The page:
A huge oil spill on the high seas this Monday (4) threatened the fauna and beaches of the California, an incident that has been classified by local authorities as an “environmental disaster”.
Dead birds and fish, some with traces of oil on their bodies, appeared on the beaches of Huntington Beach. These were closed by the authorities, who asked all residents to stay away from the contaminated waters, which represents a serious blow to the locality, which is also known as the “City of Surfing”.
The beaches could remain closed “for weeks, even months,” warned Mayor Kim Carr, adding that she feared a “potential ecological disaster” for the region.
Many residents interviewed by local media complained about the strong smell of bitumen that permeated the air.
In total, 15 miles of coastline south of Los Angeles has been closed, from Huntington Beach to Laguna Beach, and authorities have also suspended fishing in the area.
The spill of 480,000 liters of post-production crude oil began leaking on Saturday morning (2) from a pipeline connected to an offshore oil platform, according to authorities.
The general director of Amplify Energy Corporation, a Texas-based company that explores the pipeline through its California subsidiary Beta Offshore, said he had alerted the Coast Guard on Saturday morning when his teams detected a possible leak.
The company sent a remotely operated vehicle to examine “over 2,400 meters of pipeline […] We saw a point that we believe is most likely the source” of the leak, Martyn Willsher said Monday at a press conference in Huntington Beach.
“The divers will check the site this afternoon,” added the director general, noting that none of the pipeline’s annual inspections had detected any signs of wear in the pipes.
As a precautionary measure, Amplify Energy closed all of the company’s production facilities and pipelines in the region.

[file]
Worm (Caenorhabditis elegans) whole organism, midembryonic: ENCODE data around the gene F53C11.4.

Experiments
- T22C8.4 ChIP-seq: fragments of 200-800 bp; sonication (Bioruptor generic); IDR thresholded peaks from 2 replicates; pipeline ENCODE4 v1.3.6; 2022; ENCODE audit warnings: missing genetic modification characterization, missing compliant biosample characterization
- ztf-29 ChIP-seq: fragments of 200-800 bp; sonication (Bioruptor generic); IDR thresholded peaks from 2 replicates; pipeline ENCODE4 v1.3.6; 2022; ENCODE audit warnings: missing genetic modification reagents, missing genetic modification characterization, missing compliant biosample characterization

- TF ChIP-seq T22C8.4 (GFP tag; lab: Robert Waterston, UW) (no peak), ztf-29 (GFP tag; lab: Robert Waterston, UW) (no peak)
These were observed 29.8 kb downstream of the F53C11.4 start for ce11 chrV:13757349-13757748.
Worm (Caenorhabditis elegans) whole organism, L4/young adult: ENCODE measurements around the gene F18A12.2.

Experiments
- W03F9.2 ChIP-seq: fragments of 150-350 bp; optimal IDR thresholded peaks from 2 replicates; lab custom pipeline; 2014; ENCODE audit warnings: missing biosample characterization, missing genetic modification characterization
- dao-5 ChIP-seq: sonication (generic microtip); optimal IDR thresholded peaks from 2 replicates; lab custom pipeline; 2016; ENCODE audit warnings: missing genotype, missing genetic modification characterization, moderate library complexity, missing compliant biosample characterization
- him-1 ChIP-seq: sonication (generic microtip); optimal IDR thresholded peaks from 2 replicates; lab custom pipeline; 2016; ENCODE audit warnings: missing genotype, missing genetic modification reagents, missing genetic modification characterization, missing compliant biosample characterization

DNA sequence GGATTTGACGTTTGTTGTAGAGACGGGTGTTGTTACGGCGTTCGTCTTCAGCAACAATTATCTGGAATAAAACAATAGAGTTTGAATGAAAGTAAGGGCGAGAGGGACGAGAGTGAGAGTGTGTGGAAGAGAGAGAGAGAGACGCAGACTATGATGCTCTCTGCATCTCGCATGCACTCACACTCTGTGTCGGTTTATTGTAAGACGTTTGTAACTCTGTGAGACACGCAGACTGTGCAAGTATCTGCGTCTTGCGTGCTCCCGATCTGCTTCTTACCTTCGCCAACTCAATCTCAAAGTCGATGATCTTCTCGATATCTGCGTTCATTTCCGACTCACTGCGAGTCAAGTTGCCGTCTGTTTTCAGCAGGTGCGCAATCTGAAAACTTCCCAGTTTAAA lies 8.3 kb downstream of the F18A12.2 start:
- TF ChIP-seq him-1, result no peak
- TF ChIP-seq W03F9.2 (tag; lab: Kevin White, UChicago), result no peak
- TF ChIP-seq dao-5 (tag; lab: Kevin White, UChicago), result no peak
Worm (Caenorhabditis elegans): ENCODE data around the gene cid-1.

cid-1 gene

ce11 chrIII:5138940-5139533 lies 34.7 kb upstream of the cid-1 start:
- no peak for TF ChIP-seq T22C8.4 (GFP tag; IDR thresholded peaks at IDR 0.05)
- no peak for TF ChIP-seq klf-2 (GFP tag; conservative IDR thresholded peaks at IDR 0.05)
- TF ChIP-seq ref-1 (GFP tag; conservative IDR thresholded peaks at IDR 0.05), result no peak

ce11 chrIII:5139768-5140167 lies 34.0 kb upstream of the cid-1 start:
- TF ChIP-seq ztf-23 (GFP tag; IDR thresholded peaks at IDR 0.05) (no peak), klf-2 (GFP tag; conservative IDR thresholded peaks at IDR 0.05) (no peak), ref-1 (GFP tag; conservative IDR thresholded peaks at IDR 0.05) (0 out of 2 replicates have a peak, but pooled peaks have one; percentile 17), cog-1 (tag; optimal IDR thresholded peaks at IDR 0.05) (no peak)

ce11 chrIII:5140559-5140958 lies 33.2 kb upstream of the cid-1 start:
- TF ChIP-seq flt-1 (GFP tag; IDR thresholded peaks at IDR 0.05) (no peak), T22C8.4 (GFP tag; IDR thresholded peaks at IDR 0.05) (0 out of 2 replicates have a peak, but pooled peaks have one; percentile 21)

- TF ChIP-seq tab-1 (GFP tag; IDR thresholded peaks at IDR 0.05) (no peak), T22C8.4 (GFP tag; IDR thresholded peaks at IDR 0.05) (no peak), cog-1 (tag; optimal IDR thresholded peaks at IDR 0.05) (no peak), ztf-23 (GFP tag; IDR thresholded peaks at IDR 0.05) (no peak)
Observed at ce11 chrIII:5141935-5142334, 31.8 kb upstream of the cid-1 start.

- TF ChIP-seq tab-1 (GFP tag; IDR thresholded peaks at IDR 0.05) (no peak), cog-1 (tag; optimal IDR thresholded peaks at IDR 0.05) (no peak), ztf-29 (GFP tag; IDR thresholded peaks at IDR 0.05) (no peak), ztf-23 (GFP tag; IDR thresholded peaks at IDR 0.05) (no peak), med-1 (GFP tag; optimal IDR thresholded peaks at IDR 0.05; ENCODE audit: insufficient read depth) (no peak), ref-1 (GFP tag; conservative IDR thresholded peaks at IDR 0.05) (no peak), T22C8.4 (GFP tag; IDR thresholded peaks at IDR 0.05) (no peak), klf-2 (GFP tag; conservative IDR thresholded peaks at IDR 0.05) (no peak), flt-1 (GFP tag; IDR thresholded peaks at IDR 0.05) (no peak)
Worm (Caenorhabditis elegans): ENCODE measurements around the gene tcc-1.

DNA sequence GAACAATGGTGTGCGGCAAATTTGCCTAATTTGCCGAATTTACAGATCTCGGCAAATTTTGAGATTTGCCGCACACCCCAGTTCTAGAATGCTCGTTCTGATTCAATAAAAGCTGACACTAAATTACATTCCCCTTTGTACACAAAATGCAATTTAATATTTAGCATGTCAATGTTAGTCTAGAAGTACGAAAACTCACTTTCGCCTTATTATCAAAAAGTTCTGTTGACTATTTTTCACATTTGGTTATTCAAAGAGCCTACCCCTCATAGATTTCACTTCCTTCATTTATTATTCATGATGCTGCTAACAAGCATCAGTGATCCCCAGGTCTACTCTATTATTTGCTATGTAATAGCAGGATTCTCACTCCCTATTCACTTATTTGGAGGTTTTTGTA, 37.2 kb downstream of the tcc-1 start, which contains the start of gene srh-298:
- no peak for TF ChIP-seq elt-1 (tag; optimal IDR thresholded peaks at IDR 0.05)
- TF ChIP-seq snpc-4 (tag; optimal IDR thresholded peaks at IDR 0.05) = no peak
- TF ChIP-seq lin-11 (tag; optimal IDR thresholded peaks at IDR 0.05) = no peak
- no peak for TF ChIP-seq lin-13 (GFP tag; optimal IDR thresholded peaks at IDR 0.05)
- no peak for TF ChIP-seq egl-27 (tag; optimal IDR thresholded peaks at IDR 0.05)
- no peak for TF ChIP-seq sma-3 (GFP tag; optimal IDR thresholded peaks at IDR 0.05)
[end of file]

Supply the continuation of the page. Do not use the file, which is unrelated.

The Coast Guard of USA, which coordinates the response to the incident, mobilized several cleaning vessels. Until the afternoon of Sunday (3), about 12 thousand liters of oil had been removed from the water and about 1,600 meters of barriers were installed to contain the advance of the oil slick.
The spill prompted California Senator Alex Padilla to press his call to close offshore oil drilling.
“We’ve seen over and over how harmful offshore oil spills are to our coastal ecosystems as well as our economy,” he tweeted.
“We have the power to prevent future spills,” added the senator.
At a press conference on Sunday afternoon, authorities warned residents not to touch or try to save any wildlife, but call on local authorities to alert them to animals affected by the oil.
“This is just devastating to our marine life, our habitat, our economy, our entire community,” Orange County Supervisor Katrina Foley told MSNBC on Sunday.
“Our natural habitat, which we’ve spent decades building and creating, is damaged in a day,” he lamented.
Foley said he was told that response teams had plugged the pipeline and were working to repair it, but that there was still an oil leak on Sunday.
The spill began near the Elly rig, built in 1980, and one of 23 oil and gas drilling rigs erected in California’s federal waters, reported the Los Angeles Times.
The disaster has rekindled debate over the presence of oil platforms and pipelines very close to the southern coast of California.
“The oil spill […] it is as tragic as it is avoidable,” said Alan Lowenthal, the Democratic congressman who represents the region in Congress in Washington.
“This will be devastating not only for our marine fauna and ecosystems, but also for our coastal communities that subsist on fishing, tourism and recreation” in the region, added the politician representing California’s 47th district.
“As long as these platforms and pipelines continue to exist, our coastal communities will continue to be threatened by possible catastrophes like the one we are seeing now,” said Lowenthal.
Oil spills have left their mark on California for decades. Images of dead, oil-covered dolphins and blackened beaches off the coast of Santa Barbara in 1969 provoked widespread disapproval.
Since then, California has not granted more permits for oil exploration drilling.
However, state jurisdiction extends only three miles offshore, and federally authorized oil and gas platforms dot the region’s seascape, many of them easily visible from the coast.
Environmentalists have warned on several occasions about the age of some of these installations, which, according to them, are oxidized and poorly maintained.